Small conversations lead to big change
It's great to come to conferences and hear all the good advice from lost of smart and experienced people.
But how likely are we to take our insights back and drive real change? What stops us from really changing the world?
It's a truism that an inpidual can't beat the system, right? So how do we go about making change a collective agenda? How do we encourage leadership everywhere? We start by focusing on others rather than ourselves.
In this interactive session I lead a series of small activities that model how we can go from a discussion with our friend about how things should be to leading change across the organisation.
I run three small discussions. Each one is designed to teach a method for increasing influence and effecting organisational change. We pick the theme of "When I saw someone do something great/amazing at work" and each iteration we increase the number of people in the discussion, and make the stories more personal.
This shows how in just three iterations of a discussion we can totally change the way we interact with the environment (i.e. the people in the wider business) and drive braver conversations.
Outline/Structure of the Talk
Opening statement to anchor the session with a context and goal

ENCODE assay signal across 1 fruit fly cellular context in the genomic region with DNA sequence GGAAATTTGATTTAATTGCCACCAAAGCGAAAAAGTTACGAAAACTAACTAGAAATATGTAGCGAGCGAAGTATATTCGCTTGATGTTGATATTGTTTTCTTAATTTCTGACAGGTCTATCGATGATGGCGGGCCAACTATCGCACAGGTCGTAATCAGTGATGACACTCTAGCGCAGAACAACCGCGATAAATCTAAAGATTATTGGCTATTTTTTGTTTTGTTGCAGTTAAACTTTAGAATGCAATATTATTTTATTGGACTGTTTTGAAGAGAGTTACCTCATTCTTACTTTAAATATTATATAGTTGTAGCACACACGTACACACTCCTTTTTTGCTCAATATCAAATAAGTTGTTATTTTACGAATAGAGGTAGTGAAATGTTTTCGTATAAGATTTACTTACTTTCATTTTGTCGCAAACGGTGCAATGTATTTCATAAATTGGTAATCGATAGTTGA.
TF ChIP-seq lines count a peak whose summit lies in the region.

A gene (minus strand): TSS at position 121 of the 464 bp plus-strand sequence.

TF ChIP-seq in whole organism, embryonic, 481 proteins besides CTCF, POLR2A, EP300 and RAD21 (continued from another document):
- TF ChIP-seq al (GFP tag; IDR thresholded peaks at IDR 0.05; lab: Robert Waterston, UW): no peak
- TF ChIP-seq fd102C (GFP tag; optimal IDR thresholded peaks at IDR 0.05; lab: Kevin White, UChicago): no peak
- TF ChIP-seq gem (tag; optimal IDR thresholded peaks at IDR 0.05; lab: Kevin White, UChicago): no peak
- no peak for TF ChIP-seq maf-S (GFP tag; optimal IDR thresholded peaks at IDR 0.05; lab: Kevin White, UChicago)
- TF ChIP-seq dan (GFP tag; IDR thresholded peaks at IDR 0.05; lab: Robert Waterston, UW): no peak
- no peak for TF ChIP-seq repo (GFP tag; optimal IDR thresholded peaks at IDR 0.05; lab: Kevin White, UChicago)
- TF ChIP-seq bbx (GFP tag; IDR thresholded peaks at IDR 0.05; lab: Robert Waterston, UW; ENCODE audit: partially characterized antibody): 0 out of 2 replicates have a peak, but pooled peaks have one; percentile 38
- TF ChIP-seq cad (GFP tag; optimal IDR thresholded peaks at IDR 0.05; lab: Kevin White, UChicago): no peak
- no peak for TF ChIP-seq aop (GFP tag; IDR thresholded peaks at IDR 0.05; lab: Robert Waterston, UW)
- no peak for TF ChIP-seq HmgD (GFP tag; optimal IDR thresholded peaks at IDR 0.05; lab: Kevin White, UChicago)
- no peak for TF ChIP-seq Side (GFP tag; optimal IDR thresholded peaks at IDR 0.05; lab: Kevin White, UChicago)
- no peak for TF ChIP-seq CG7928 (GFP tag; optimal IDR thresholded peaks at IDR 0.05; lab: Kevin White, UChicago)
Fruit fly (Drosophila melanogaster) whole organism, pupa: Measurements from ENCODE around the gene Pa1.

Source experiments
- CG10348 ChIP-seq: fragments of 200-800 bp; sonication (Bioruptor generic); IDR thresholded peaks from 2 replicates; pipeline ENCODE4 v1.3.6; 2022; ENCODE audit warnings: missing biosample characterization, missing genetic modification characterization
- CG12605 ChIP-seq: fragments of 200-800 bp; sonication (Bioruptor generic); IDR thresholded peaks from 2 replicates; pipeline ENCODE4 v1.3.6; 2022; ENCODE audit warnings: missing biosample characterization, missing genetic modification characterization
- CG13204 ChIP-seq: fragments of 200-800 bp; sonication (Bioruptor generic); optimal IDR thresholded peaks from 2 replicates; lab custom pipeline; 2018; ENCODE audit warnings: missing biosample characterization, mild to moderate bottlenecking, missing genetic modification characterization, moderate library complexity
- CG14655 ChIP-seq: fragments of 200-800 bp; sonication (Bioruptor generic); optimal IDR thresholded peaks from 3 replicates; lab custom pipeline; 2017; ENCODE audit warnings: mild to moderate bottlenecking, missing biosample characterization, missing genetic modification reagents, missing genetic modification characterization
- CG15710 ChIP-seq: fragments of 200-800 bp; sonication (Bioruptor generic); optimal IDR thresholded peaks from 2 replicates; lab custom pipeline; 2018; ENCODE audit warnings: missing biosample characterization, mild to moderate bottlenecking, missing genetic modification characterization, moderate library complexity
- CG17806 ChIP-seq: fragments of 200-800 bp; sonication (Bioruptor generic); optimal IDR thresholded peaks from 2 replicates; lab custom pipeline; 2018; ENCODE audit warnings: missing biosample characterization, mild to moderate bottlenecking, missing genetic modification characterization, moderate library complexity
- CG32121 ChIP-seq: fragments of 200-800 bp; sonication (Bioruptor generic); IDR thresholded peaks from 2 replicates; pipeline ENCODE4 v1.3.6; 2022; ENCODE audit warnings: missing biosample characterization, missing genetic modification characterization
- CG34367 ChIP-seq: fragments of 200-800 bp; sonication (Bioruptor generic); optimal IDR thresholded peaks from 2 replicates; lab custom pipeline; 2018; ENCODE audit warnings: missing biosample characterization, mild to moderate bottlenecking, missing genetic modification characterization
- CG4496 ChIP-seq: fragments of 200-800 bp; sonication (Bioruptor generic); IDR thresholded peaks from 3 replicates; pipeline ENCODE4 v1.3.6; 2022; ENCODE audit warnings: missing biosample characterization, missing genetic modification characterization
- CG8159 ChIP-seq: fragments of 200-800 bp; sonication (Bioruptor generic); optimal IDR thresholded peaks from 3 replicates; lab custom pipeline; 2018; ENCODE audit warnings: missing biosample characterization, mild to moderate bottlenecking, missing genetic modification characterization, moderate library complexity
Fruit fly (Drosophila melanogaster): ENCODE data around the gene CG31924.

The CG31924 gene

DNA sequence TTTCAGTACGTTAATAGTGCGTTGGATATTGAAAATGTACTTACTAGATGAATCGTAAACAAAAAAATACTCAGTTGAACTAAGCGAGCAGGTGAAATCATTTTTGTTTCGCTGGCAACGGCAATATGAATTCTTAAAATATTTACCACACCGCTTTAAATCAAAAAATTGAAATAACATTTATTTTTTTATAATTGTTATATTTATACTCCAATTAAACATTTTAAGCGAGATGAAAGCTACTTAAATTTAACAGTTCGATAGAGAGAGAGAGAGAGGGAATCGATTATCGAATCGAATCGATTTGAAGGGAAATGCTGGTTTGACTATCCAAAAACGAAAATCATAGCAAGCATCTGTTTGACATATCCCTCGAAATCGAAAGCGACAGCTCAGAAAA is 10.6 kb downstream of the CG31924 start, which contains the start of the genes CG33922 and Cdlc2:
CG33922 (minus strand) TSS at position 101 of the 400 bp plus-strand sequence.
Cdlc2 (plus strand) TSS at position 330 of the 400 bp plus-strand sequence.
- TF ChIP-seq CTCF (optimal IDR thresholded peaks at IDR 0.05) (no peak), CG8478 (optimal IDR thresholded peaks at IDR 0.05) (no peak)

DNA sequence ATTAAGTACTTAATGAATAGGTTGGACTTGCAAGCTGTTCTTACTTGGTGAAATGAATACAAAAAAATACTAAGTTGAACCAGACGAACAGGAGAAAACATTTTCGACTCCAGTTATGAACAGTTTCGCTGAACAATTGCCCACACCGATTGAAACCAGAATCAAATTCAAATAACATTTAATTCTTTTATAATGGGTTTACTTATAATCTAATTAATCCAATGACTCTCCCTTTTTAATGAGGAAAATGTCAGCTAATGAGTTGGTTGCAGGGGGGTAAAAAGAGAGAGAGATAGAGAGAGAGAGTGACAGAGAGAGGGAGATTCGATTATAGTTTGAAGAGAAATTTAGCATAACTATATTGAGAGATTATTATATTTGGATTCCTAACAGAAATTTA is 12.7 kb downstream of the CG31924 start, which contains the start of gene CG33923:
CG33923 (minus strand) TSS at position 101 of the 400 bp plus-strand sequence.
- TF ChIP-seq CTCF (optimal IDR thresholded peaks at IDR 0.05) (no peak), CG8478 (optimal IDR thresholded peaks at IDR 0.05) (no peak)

I then ask the room to conduct three 5 minute discussions with a short debrief on each one.
At the end I ask some people to come to the front of the room and share their story.
I then close with an appreciation and a summary of what just happened and how it can inform people's behaviors back at work.
People learn a pattern for growing their influence and driving change across a network of stake-holders.
People have the ability to take other things they learned at the conference and influence their team mates to adopt potential changes.
schedule Submitted 5 years ago
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The CIO invited me into his office and closed the door. Before he took me for a tour of his operation, he had a few stories to share. Important stories. Last year’s project was a disaster. Late, lots of quality issues, in short, a failure in every dimension. His boss, the CEO, had just presented him with a very personal ultimatum: deliver the next project by April 4th, "or else".
"Or else what," I asked?
His team was burned out and scared. They were a hard-working and dedicated group, but fear and demoralization had set in and he didn't know what to do next. That’s why he wanted to talk to me, he had heard things about my company, things that seemed too good to be true, but he had to hear them firsthand. He wanted hope, inspiration, and a practical way to get there.
I told him about my own journey from joy to fear to disillusionment back to joy. It was simple, but, of course, simple isn’t easy. I wasn’t sure he and his organization were ready; "manufactured fear" is a powerful drug.
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